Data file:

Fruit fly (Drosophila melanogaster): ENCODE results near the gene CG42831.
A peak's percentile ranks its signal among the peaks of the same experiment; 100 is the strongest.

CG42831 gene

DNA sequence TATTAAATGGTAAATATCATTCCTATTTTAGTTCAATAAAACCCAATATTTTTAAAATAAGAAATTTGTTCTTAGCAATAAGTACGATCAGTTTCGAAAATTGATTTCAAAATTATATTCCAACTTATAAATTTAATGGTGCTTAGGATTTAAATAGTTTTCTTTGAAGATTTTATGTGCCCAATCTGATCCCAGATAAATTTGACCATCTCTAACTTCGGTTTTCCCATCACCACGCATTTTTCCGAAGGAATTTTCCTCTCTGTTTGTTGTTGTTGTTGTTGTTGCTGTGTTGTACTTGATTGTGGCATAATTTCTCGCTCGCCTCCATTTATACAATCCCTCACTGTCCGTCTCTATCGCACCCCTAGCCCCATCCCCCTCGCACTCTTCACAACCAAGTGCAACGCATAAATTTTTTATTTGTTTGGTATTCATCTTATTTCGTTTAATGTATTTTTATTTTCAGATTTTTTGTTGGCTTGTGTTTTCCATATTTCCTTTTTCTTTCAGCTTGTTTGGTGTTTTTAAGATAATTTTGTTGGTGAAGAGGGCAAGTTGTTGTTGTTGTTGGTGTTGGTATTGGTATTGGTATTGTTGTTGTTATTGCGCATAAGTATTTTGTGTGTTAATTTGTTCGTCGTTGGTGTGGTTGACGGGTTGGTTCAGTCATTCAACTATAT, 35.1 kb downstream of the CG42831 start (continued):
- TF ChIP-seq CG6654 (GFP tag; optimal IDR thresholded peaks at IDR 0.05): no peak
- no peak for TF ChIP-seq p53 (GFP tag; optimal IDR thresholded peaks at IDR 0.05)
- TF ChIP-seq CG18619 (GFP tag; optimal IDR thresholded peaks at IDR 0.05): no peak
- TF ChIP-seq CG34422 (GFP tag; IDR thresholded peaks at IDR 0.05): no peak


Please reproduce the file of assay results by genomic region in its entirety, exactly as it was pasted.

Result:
Fruit fly (Drosophila melanogaster): ENCODE results near the gene CG42831.
A peak's percentile ranks its signal among the peaks of the same experiment; 100 is the strongest.

CG42831 gene

DNA sequence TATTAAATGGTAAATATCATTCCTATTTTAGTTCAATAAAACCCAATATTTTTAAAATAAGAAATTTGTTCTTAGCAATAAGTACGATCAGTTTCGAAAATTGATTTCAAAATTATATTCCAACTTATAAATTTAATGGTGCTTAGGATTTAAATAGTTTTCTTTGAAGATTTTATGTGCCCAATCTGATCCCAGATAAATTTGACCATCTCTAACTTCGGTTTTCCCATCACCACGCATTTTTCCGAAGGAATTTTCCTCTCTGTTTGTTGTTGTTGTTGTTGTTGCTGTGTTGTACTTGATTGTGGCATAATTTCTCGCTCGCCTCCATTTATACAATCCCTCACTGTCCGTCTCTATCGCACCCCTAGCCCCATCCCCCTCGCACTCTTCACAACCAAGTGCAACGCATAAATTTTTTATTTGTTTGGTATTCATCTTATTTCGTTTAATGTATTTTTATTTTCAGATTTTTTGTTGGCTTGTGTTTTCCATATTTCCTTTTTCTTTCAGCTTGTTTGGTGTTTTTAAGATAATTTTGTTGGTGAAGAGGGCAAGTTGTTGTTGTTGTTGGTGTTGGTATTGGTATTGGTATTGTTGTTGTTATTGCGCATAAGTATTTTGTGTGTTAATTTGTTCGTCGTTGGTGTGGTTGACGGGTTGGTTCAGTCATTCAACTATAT, 35.1 kb downstream of the CG42831 start (continued):
- TF ChIP-seq CG6654 (GFP tag; optimal IDR thresholded peaks at IDR 0.05): no peak
- no peak for TF ChIP-seq p53 (GFP tag; optimal IDR thresholded peaks at IDR 0.05)
- TF ChIP-seq CG18619 (GFP tag; optimal IDR thresholded peaks at IDR 0.05): no peak
- TF ChIP-seq CG34422 (GFP tag; IDR thresholded peaks at IDR 0.05): no peak